Earlier in November, a natural gas storage well owned by Equitrans Midstream experienced a gas leak, emitting a massive amount of planet-warming methane into the atmosphere. The leak came from the company’s Rager Mountain storage facility located in a rural area of Cambria County within Western Pennsylvania, not far from Pittsburgh. Equitrans since November 6th has worked alongside Pennsylvania state officials to fix the leak without success. At least until the weekend of the 19th and 20th when one of the company’s contractors, Cudd Well Control, was able to flood the well with heavy liquid and set a plug followed by a second plug alongside 250 feet of pumped cement afterwards to keep it sealed.
The company gave local reporters estimates that while the well was leaking it caused about 100 million cubic feet of natural gas to be vented per day. Now that the leak is plugged this equates to more than 1 billion cubic feet of methane being emitted into the atmosphere. But what exactly is methane and how does this massive leak of it contribute to the global climate crisis? According to the U.S. Environmental Protection Agency (EPA), methane is a hydrocarbon that is a primary component of natural gas, as well as a greenhouse gas (GHG) that when entered into the atmosphere affects the earth’s temperature and climate system.
EPA states that it is the second most abundant anthropogenic GHG after carbon dioxide (CO2), accounting for about 20 percent of global emissions, and is more than 25 times as potent as CO2 at trapping heat in the atmosphere. According to the Environmental Defense Fund (EDF), methane has more than 80 times the warming power of carbon dioxide over the first 20 years after it reaches the atmosphere, setting the pace for warming in the near term. EDF claims that cutting methane emissions is the fastest means of slowing the rate of global warming, which the EPA has proposed.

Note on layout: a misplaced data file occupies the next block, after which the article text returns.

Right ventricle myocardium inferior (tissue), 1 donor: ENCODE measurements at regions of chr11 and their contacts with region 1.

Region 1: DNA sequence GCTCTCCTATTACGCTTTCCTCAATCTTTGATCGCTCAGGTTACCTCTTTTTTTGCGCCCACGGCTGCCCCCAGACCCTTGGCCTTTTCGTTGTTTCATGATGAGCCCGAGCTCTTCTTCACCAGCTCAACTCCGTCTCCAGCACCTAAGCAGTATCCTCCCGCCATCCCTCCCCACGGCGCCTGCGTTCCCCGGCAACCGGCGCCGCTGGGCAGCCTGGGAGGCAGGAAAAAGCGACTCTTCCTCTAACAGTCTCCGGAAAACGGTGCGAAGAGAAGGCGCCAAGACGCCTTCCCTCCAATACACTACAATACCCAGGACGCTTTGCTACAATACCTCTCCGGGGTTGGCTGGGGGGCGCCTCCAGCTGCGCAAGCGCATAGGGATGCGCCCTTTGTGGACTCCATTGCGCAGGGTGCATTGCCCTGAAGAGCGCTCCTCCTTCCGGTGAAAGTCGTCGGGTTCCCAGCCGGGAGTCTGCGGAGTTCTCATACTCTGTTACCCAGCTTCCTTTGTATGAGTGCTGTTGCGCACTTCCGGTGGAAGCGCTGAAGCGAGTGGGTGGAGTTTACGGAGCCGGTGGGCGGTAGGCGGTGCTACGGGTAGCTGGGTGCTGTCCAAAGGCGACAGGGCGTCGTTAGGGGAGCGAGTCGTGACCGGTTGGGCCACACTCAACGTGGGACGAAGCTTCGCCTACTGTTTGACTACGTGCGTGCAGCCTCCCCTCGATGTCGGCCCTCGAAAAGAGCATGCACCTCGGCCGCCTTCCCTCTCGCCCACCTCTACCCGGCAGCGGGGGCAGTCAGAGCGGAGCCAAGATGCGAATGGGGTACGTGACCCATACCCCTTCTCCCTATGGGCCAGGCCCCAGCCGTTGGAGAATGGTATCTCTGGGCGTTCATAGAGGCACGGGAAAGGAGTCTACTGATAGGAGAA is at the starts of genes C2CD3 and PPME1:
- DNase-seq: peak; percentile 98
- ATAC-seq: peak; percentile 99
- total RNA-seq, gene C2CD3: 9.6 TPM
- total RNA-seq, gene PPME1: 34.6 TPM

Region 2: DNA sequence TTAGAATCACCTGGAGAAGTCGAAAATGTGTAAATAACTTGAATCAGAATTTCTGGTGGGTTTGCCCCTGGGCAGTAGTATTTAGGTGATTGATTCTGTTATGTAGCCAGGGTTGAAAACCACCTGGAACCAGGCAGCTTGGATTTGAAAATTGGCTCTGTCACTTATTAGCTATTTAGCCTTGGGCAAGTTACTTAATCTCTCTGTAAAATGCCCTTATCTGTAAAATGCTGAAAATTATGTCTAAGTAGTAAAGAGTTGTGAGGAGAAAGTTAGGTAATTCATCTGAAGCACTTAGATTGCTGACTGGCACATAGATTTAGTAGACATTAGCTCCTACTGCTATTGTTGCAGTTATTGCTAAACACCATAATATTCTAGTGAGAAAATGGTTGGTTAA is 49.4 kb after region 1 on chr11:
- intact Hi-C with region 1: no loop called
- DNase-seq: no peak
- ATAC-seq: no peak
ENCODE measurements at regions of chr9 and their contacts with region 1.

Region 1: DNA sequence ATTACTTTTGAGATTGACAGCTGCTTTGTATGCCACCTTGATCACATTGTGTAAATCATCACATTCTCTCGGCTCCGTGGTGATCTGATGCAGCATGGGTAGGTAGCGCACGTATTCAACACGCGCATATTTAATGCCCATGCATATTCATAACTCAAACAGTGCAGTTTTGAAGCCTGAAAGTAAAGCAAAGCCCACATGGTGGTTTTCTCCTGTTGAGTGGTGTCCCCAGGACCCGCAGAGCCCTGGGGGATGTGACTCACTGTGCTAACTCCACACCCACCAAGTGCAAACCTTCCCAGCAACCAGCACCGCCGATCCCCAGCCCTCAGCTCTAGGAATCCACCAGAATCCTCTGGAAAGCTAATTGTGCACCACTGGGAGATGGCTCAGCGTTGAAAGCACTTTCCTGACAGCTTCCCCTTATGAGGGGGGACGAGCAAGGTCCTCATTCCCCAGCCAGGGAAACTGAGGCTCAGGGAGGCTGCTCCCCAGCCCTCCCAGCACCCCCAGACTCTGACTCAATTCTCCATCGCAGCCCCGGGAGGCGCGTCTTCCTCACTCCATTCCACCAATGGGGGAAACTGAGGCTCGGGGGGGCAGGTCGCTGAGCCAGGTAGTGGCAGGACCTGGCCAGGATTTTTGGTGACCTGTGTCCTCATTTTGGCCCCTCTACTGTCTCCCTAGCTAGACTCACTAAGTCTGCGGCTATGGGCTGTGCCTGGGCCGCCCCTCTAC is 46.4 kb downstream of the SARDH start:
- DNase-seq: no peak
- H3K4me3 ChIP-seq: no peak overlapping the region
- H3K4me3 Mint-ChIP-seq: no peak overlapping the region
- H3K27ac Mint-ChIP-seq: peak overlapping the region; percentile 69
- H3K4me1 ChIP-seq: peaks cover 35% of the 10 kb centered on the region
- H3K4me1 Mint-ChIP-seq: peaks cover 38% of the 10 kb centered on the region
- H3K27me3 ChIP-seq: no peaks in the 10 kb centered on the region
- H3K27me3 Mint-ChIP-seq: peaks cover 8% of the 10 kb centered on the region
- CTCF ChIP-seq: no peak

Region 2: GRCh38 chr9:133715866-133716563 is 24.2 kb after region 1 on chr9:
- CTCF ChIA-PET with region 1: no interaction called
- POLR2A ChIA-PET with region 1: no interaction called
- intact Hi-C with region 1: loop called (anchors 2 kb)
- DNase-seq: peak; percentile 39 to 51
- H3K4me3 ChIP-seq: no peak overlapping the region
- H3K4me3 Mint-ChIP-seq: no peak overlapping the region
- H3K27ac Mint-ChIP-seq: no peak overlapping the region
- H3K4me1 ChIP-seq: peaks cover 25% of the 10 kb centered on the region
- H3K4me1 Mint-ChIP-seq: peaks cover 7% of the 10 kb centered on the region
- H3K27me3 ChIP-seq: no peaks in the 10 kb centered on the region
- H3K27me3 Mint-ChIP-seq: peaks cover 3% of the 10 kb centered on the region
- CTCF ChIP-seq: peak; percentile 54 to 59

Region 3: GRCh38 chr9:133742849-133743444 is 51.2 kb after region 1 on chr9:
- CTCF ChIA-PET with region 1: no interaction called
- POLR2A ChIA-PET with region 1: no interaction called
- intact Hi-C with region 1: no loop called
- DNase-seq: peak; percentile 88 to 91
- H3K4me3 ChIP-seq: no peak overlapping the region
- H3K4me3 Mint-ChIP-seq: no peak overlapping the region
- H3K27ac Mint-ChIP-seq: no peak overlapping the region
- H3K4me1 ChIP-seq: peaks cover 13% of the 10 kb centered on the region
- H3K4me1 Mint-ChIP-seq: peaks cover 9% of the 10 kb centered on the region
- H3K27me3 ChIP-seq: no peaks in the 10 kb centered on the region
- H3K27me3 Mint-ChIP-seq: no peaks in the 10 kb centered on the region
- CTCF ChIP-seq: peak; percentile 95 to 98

On November 11th, when the storage facility leak was ongoing, the EPA released a new regulatory proposalto address the climate crisis by substantially reducing oil and gas methane pollution as it builds upon the agency’s initial proposal released in November 2021. In a news release, Senior Vice President for Pennsylvania Environmental Council, John Walliser, stated: “Capturing methane emissions from oil and gas operations is a cornerstone to responsible energy security and development. We are gratified to see the EPA issue a proposed rule that seeks to further address activities that risk releasing this potent greenhouse gas to the atmosphere”
What will become of this gas leak incident for Equitrans Midstream will depend on future actions taken by Pennsylvania environmental regulators. According to reports, the Pennsylvania Department of Environmental Protection issued the company notice of five potential violations of state law. These citations include; failure to properly maintain and operate the gas facility; creating a public nuisance; producing a “hazard to public health and safety”; and failing to provide state inspectors “free and unrestricted access.”